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Anaplastic large cell lymphoma involving the breast: a clinicopathologic study of 6 cases and review of the literature.

Nonepithelial neoplasms involving the breast are uncommon. (1) The most common nonepithelial breast neoplasms are of hematologic origin, with non-Hodgkin lymphomas being most frequent. Non-Hodgkin lymphomas involving the breast account for 1.7% to 2.2% of extranodal lymphomas, and 0.38% to 0.7% of all non-Hodgkin lymphomas. (2-4) Similar to non-Hodgkin lymphomas in general, lymphomas involving the breast are mainly of B-cell lineage; T-cell neoplasms represent less than 10% of neoplasms, most of which are unspecified peripheral T-cell lymphomas. Anaplastic large cell lymphoma (ALCL) of the breast is rare; only a subset of these neoplasms have been further specified as systemic versus cutaneous with dissemination, or as anaplastic lymphoma kinase positive ([ALK.sup.+]) versus [ALK.sup.-]. Fifteen cases of ALCL involving the breast and associated with breast implants have been reported. (5)

In this study, we describe 6 cases of ALCL involving the breast identified during 21 years at our institution. We show that all types of ALCL as defined in the World Health Organization classification can occur in the breast and report 3 additional cases of ALCL associated with breast implants, including 1 patient with a history of cutaneous ALCL who subsequently developed [ALK.sup.-] ALCL surrounding a breast implant.

MATERIALS AND METHODS

Clinical Information

The files of The University of Texas M. D. Anderson Cancer Center (Houston) were searched for patients with lymphoid neoplasms involving the breast that were biopsied or excised during the course of their disease. Among all patients with breast lymphoma identified from January 1986 to the time of writing, 6 cases of ALCL involving the breast were identified. These patients were either referred to our institution for treatment, or their slides were submitted for consultation. All cases were reviewed and classified using the criteria of the World Health Organization classification. Clinical data, which included age, sex, side of involvement, clinical stage, treatment, and clinical follow-up were available for all patients, although follow-up was very short for one recently diagnosed patient. The criteria for breast involvement by lymphoma were described previously. (6)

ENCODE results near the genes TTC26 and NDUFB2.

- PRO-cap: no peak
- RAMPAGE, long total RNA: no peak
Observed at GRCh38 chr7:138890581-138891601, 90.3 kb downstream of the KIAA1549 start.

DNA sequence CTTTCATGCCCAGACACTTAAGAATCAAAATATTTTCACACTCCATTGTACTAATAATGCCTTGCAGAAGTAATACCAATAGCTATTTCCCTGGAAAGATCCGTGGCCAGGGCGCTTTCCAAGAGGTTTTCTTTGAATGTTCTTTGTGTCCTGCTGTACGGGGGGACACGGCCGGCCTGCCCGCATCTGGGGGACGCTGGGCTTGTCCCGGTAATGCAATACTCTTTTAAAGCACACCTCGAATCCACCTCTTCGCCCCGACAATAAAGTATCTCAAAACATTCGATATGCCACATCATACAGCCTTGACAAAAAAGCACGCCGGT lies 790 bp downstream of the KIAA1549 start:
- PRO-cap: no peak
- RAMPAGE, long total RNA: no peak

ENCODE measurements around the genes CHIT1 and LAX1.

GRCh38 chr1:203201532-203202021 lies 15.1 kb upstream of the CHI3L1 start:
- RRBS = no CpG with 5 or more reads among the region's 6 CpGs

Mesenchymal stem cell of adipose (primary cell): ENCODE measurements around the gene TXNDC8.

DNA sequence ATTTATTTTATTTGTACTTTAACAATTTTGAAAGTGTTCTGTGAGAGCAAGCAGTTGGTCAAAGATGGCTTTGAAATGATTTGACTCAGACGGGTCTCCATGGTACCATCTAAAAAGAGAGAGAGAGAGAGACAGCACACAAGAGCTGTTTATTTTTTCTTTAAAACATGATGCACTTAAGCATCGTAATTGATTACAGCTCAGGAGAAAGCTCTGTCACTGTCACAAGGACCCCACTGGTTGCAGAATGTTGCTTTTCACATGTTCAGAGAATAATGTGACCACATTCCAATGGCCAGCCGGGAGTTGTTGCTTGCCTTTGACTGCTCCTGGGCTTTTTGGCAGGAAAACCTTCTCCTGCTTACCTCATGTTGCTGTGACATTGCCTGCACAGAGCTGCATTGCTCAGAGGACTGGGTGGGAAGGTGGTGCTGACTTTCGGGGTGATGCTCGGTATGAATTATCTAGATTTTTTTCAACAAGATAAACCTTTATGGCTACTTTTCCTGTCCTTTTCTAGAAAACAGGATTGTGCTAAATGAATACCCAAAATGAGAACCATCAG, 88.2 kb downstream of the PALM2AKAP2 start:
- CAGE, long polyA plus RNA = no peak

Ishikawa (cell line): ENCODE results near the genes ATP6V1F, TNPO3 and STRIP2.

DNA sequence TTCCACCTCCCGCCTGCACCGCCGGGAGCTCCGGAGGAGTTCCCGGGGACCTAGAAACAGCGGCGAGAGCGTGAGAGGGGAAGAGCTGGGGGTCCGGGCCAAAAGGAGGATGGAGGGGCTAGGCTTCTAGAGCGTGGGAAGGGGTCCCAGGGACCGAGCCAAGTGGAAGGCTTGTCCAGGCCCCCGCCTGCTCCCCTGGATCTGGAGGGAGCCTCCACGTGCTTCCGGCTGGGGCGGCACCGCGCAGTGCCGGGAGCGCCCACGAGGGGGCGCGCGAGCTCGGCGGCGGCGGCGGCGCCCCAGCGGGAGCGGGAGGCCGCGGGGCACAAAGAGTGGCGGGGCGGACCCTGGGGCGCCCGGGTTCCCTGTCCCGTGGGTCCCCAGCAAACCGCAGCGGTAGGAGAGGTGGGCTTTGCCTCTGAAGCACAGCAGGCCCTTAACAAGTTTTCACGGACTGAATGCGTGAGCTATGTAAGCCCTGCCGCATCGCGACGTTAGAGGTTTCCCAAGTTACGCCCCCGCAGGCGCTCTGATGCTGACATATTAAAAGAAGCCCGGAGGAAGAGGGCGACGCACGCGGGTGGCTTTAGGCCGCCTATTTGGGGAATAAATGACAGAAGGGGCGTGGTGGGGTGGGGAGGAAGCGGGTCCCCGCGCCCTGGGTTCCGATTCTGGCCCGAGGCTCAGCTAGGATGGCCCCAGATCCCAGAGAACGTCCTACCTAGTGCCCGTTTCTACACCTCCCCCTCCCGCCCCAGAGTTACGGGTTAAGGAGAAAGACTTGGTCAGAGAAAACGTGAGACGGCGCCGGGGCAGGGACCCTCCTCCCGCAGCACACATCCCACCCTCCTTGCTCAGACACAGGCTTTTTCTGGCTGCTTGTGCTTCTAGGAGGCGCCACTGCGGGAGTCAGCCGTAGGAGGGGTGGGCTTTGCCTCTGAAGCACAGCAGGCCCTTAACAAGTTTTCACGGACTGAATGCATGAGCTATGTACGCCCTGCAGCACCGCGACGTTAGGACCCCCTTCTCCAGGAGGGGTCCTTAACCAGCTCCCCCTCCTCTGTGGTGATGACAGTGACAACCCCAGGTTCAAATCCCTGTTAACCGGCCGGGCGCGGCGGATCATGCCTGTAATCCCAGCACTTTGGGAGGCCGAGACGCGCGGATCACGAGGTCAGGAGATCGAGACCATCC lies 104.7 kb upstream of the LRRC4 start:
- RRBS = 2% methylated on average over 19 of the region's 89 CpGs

Histologic and Immunohistochemical Techniques

Hematoxylin-eosin--stained slides and unstained slides for immunohistochemical analysis were prepared from fixed, paraffin-embedded tissue blocks. Immunohistochemical stains were performed using heat-induced epitope retrieval, an avidin-biotin complex method, and an automated immunostainer (Ventana Medical Systems, Tucson, Arizona) as described previously. (7) The antibody panel used to assess these cases included the following antibodies (and dilutions): CD3 (1:150), CD20 (1:700), CD45 (1:300), CD45RO (1:100), and ALK1 (1:30;all from DAKO, Carpinteria, California); CD43 (1:120; Becton-Dickinson Biosciences, San Jose, California); and CD30 (1:20; Signet, Dedham, Massachusetts).

Molecular Analysis

T-cell receptor--chain gene rearrangement studies were performed using polymerase chain reaction-based methods on DNA extracted from fixed, paraffin-embedded tissue. A mixture of 4 family-specific, multicolored, fluorescently labeled variable region primers and 4 unlabeled joining primers was used in a multiplex assay as has been described. (8)

RESULTS

Clinical Features

The clinical features are summarized in Table 1. All patients were women, with a median age of 52 years (range, 21-65 years). Complete blood counts at the time of breast tumor diagnosis were available for 4 patients (cases 1-3 and 6). All patients had normal white blood cell and differential counts. Hemoglobin and platelet counts were within normal range, except for one patient (case 3) who had mild anemia and one patient (case 6) who had mild thrombocytosis. All patients had a palpable breast mass. The left breast was involved in 3 patients and the right in 3 patients; no patients had bilateral involvement. The surgical procedures that patients underwent included 3 excisional biopsies, 2 needle-core biopsies, and 1 capsulectomy.

Four patients had [ALK.sup.-] neoplasms (cases 1-4) involving the breast, and 2 patients had [ALK.sup.+] neoplasms (cases 5 and 6) with breast involvement as a part of clinical stage IV disease. The [ALK.sup.-] neoplasms can be further divided into 2 subgroups. Two patients had a history of cutaneous ALCL 1 year and 4 years, respectively, before the diagnosis of ALCL in the breast. One patient (case 1), who also had a history of breast carcinoma 8 years earlier, had cutaneous ALCL involving the wrist, hip, and vagina. The ALCL involving the breast was associated with a breast implant that had been inserted 8 years earlier. The neoplasm also was associated with 80 mL of seroma-like fluid. The second patient (case 2) had cutaneous ALCL with lesions mainly involving the left lower extremity, abdomen, shoulder, and contralateral breast. This patient did not have breast implants.